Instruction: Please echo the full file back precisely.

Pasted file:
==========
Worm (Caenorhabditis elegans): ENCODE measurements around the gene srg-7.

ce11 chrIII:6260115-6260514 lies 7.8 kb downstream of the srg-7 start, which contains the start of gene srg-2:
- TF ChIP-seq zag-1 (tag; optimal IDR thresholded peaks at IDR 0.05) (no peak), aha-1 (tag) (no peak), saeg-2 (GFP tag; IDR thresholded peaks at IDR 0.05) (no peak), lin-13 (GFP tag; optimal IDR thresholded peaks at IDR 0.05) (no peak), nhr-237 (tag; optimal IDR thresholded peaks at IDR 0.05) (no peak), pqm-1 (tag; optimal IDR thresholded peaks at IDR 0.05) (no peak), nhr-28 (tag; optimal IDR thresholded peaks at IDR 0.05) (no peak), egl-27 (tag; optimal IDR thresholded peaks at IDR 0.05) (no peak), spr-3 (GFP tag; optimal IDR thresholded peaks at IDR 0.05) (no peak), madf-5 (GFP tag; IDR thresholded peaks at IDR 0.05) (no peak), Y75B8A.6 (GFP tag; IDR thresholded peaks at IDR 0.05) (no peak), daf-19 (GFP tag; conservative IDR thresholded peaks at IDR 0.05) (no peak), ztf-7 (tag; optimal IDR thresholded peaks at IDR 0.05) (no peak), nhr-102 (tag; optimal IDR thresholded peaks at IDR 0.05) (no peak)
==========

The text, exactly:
Worm (Caenorhabditis elegans): ENCODE measurements around the gene srg-7.

ce11 chrIII:6260115-6260514 lies 7.8 kb downstream of the srg-7 start, which contains the start of gene srg-2:
- TF ChIP-seq zag-1 (tag; optimal IDR thresholded peaks at IDR 0.05) (no peak), aha-1 (tag) (no peak), saeg-2 (GFP tag; IDR thresholded peaks at IDR 0.05) (no peak), lin-13 (GFP tag; optimal IDR thresholded peaks at IDR 0.05) (no peak), nhr-237 (tag; optimal IDR thresholded peaks at IDR 0.05) (no peak), pqm-1 (tag; optimal IDR thresholded peaks at IDR 0.05) (no peak), nhr-28 (tag; optimal IDR thresholded peaks at IDR 0.05) (no peak), egl-27 (tag; optimal IDR thresholded peaks at IDR 0.05) (no peak), spr-3 (GFP tag; optimal IDR thresholded peaks at IDR 0.05) (no peak), madf-5 (GFP tag; IDR thresholded peaks at IDR 0.05) (no peak), Y75B8A.6 (GFP tag; IDR thresholded peaks at IDR 0.05) (no peak), daf-19 (GFP tag; conservative IDR thresholded peaks at IDR 0.05) (no peak), ztf-7 (tag; optimal IDR thresholded peaks at IDR 0.05) (no peak), nhr-102 (tag; optimal IDR thresholded peaks at IDR 0.05) (no peak)